Márcia Chuva maintains that activists’ interventions are acts of postcolonial activism that are echoing the unexpressed memories in public symbols and in school textbooks. Chuva insists that heritage narratives relate to the present and not to the past, and that it is more important to support human life and peoples’ lives than it is to protect heritage pieces. Protestors do not negate the value of history. This is as they demand the democratisation of historical narratives so that they reconsider their roots and account for difficult legacies. Bansky’s proposal to create a slavery memorial with Colston’s statute being torn down by protestors is an alternative to simply removing the statue as it would be a reinstatement – or reframing – of historical facts incorporating the colonial and postcolonial narrative at the same time.
Banksy has offered his own suggestion for what could replace the toppled statue of Edward Colston in Bristol – and it includes putting it partially back up to reflect what recently happened. (Image credit: Banksy)
The controversial Colston statute has been disputed for a long time and many requests for its removal have been repressed. The installation of the statue 170 years after his death is connected to the political aim to reinforce paternalism in Bristol. The statute is paradigmatic because not only did “Colston do some good things with the money he made doing bad things”, but his story exemplifies the inherent co-habitation of the oppression of the blacks (target of the “bad things”) and the privilege of the whites (receivers of the “good things”). The taking of black freedom, rights and lives to support white wellbeing is the basic function of institutional racism – a system both of oppression and privilege documented by the assassination of Stephen Lawrence in London in 1993.
Those engaged against institutional racism should logically agree that for the better expression of their dissatisfaction, colonial heritage sites are contradictions if they do not account for the historical controversies. Instead of focusing on a few symbolic act of removal the debate should engage with the wider need to rethink the heritage landscape through a critical intercultural dialogue.
After interventions towards statues of Leopold II in Belgium, Antwerp authorities have decided to “remove” one of his statues, and authorities in Brussels, London and elsewhere are following suite. Antwerp´s Leopold statute will most probably remain “protected” in a museum, but even its defensive removal creates an important precedence. Petitions with tens of thousands of signatures were collected to remove the Colston and Leopold statutes, and wider scope initiative exists. Civil society’s bottom-up engagement is fundamental as Bristol’s mayor Marvin Rees has witnessed how complicated it is to get the momentum and political power to remove symbols of oppression, even for a black Mayor outraged by them.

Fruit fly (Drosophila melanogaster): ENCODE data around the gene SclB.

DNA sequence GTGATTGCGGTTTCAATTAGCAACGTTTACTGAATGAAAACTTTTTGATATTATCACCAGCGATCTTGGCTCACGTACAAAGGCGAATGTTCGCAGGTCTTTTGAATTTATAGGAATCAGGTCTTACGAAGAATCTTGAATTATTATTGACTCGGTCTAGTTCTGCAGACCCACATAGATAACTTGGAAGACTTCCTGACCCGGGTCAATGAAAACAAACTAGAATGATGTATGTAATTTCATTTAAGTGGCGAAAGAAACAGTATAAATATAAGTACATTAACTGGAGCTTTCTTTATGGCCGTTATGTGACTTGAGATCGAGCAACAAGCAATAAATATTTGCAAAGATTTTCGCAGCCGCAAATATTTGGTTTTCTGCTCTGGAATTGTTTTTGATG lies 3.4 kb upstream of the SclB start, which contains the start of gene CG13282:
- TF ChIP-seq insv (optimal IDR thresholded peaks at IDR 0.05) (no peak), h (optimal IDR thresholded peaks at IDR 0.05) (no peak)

The protest of the Black Lives Matter movement reinforces the importance to undo the crystallisation of history in the struggle for social justice against institutional racism. Pluralising heritage narratives is a step closer to listening to the echoes of silenced memories that are re-emerging with vigor – the voice of the oppressed – something to be pursued by white and black people together.
Cristiano Gianolla is researcher at the Centre for Social Studies (CES) of the University of Coimbra and coordinates the PhD course on Democratic Theories and Institutions, the MA course on Critical Intercultural Dialogue (both FEUC) and the virtual course on the Challenges to Democracy in the XXI Century (CLACSO). His research interests centre on populism, emotion, narrative, political parties, social movements, memory and heritage processes, and critical intercultural dialogue. He integrates the research team of the ECHOES project (H2020, 2018-2021).
Pedro Sousa de Almeida holds a P.hD by the University of Coimbra (2019),institution where he also took his degree in Anthropology (2001). He holds a Master´s degree in Sociology by Instituto Superior Miguel Torga (2006), from Coimbra, where he was a teacher between 2002 and 2010. From the idea that football is a uniquely favourable field for studying social reality, his main research interests have centred on the relations between football, race, racism and national identity. Pedro was a researcher, in the “COMBAT – Combating racism in Portugal: an analysis of public policies and anti-discrimination law” (2016-2020), coordinated by Silvia Maeso and funded by the Portuguese Foundation for Science and Technology.